Last week, swimsuit designer Jessica Rey lit up Facebook and the blogosphere with this video . The result was a lot of buzz on the topic of modesty…which seems to raise controversy and get people all fired up. People who are both “for” it and “against” it.
For the record, I am “for it.” I am one of three sisters raised in a conservative Christian home. Let’s just say modesty is something we heard about on a regular basis. I have vivid memories of wearing homemade “gauchos” (looooong before “gouchos” were en vogue) to church camp because shorts weren’t allowed. I later attended a high school (and college) where women were required to wear dresses and a female staff member was tasked with measuring any skirt of questionable length. Yes, I am familiar with the concept of modesty.
While I’m thankful for the lessons in modesty I learned early on, it wasn’t always easy (my apologies to my parents for the teen years). And although I didn’t rush right out and buy a bikini as soon as I left home (you’re welcome), I do live most of my life in a pair of Levi’s and avoid dresses if at all possible.
The concept of modesty continues to be a hotly-debated, and somewhat subjective, issue even in “religious” circles. What one family (or church, or belief) deems modest does not meet the standards of another family (or church, or belief).
We would all agree that the standard of modesty has changed drastically in the last several decades. If it was wrong 100 years ago for a woman to bare her elbows, and now we think nothing of it, has modesty changed? If it was tactless and indecent 60 years ago for a woman to wear a bikini and now it is the norm, is modesty relative?
I’ve read the through Bible a time or two, and I’ve never come across a mention of how long your skirt (your shorts, or your gauchos) should be. And I’ve not seen anything about how many pieces your swimsuit should be or whether you should wear a t-shirt over it at the beach.
Here is what I have found in Scripture, and what I hope to teach my daughter about modesty:
“What matters is not your outer appearance—the styling of your hair, the jewelry you wear, the cut of your clothes—but your inner disposition.” (1 Peter 3:3,4 The Message).
She is clothed with strength and dignity; she can laugh at the days to come. (Proverbs 31:25)
Your value comes from your Creator. God made you beautiful, inside and out. Dress, and carry yourself, in such a way that others will see your whole worth (not just your physical beauty) so you can bring glory to God.
Flee from sexual immorality. All other sins a person commits are outside the body, but whoever sins sexually, sins against their own body. Do you not know that your bodies are temples of the Holy Spirit, who is in you, whom you have received from God? You are not your own; (1 Corinthians 16:18, 19)
In our over sexualized society, everything is related to sex. Do your best to avoid any type of clothing that will draw attention only to your body, taking the focus off you as a person.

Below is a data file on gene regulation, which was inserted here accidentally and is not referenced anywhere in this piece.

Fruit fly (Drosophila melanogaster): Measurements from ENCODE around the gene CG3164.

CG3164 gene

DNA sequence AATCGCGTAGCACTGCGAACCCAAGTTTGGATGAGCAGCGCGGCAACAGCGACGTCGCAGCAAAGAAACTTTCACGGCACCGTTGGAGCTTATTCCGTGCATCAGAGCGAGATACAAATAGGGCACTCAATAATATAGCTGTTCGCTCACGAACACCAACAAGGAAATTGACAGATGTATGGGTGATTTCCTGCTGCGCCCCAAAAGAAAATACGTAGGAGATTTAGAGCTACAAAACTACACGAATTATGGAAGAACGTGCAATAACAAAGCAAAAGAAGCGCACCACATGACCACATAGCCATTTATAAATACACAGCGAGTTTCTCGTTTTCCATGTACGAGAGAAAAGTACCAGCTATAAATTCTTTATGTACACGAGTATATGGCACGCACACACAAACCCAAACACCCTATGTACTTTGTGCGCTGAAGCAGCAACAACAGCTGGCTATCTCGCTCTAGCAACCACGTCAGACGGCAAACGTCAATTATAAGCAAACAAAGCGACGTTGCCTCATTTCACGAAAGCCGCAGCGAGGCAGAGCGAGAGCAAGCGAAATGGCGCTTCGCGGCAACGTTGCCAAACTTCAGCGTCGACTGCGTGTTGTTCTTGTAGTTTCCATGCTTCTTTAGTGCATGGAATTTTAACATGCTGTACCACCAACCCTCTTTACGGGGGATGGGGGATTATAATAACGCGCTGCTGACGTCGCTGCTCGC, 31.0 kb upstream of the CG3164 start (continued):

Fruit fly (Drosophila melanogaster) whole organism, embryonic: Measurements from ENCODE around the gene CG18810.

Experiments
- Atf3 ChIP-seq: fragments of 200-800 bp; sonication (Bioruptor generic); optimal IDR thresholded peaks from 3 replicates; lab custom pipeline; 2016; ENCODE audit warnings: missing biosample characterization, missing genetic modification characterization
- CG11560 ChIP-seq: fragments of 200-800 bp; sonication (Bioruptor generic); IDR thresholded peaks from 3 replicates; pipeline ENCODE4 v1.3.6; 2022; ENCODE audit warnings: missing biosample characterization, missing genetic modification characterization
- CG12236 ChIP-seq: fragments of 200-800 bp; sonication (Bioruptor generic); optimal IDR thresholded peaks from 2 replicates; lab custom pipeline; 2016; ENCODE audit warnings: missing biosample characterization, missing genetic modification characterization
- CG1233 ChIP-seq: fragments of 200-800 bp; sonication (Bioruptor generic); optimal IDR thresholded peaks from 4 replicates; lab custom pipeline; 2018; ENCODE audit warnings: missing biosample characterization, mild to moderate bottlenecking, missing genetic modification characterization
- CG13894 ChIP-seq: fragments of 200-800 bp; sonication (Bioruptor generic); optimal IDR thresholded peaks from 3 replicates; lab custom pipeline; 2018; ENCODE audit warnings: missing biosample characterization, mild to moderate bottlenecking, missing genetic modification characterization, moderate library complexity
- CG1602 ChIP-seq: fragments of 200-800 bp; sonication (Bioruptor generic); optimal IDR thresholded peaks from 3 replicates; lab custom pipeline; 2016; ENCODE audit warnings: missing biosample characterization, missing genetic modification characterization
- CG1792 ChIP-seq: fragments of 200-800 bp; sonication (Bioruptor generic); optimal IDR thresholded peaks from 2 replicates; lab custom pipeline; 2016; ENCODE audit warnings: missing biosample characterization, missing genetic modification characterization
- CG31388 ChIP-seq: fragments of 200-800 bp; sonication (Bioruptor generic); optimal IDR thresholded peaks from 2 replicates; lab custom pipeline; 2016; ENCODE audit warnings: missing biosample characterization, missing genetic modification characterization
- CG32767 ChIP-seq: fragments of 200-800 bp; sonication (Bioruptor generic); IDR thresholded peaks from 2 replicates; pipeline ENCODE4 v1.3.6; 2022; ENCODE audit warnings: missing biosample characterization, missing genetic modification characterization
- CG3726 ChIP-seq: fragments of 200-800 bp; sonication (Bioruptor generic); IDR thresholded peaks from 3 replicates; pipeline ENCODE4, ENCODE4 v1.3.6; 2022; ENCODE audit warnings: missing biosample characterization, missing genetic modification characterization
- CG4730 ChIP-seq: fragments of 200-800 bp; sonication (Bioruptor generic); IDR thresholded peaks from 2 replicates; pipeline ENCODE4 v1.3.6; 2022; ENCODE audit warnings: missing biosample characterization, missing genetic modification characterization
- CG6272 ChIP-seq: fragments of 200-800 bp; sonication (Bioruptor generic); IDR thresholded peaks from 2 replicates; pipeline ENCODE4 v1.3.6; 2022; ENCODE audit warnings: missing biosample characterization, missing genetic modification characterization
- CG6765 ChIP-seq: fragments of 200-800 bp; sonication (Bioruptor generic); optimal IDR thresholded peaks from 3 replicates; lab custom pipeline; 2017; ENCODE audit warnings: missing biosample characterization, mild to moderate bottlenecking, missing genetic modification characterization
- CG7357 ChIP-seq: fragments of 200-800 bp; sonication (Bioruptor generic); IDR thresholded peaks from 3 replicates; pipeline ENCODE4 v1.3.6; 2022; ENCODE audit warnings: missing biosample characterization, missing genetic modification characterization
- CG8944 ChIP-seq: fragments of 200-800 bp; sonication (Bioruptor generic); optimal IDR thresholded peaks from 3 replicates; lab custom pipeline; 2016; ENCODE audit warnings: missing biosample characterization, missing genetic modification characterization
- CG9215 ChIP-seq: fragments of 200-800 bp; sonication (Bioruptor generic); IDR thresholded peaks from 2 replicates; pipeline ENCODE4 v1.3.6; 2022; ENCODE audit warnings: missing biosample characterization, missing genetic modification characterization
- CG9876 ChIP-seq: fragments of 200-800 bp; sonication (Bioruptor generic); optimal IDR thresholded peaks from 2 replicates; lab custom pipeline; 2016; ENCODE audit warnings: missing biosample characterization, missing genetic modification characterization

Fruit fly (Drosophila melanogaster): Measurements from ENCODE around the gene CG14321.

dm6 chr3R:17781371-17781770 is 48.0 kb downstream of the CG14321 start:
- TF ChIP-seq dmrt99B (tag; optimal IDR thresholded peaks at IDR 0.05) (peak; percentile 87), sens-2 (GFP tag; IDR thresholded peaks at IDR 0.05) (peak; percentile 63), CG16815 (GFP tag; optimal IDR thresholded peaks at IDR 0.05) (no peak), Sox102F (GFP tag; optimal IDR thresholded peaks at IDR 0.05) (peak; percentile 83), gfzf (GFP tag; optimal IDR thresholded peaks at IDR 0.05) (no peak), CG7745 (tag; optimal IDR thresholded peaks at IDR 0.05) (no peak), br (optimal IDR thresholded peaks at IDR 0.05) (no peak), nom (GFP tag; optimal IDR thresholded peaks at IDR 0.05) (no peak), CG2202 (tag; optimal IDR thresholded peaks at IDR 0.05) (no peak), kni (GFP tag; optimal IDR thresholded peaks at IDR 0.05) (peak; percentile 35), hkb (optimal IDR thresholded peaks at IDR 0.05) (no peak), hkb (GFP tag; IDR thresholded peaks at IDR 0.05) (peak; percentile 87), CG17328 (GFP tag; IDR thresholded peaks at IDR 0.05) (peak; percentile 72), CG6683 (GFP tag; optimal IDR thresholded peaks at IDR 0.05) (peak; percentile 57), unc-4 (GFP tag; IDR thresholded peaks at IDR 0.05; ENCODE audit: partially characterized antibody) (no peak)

Let us therefore make every effort to do what leads to peace and to mutual edification. Do not destroy the work of God for the sake of [clothing]…it is wrong for a person to [wear] anything that causes someone else to stumble. It is better not to [wear questionable clothing] or to do anything else that will cause your brother or sister to fall. (Romans 4:19-21). [parentheticals mine]
Yes, each person is responsible for his own actions, and no girl “deserves” any unwanted advances (or worse). Still, as women, we need to make choices in our clothing and lifestyle that appropriately reflect who we are as Christians. We need to ask ourselves, “What does this shirt/skirt/outfit/swimsuit say about me as a Christian?”
“Modesty isn’t about hiding ourselves. It’s about revealing our dignity.” ~Jessica Rey
Let’s teach our daughters to live in modesty and teach our sons to value it. But let’s also realize that it has less to do with whether our daughters wear pants or skirts and more to do with the condition of their hearts.
Let’s set standards in our homes so our daughters learn to dress appropriately and our sons learn to recognize modesty. But let’s also show grace to those whose standards might be different than ours. (For the record, “grace” does not mean changing your standards.)
Most of all, let’s not confuse modesty with purity. While the two are often related and modesty can be relative, purity is not. There may not be any guidelines for hem length in the Bible, but God has laid out specific commands for sexual purity. Those have not changed over the years.
Let’s teach our daughters that a life lived in modesty is the foundation for a life of purity.
So as all the hoopla dies down, this middle-aged mama is thankful for beautiful young women, like Jessica Rey, who recognize modesty as an attitude of dignity, not a yoke of oppression. Who don’t feel the need to sacrifice modesty (and conviction) and for the sake of style. And as my daughter reaches the tweens and the weight of my voice begins to grow faint in her ears, I’m thankful Jessica, and others, are willing to stand up and be an example to my daughter and so many like her.
If you haven’t seen it already, I encourage you to watch Jessica’s video. It’s only nine minutes, and it’s time well spent:
How can we best approach this discussion of modesty with grace and truth?
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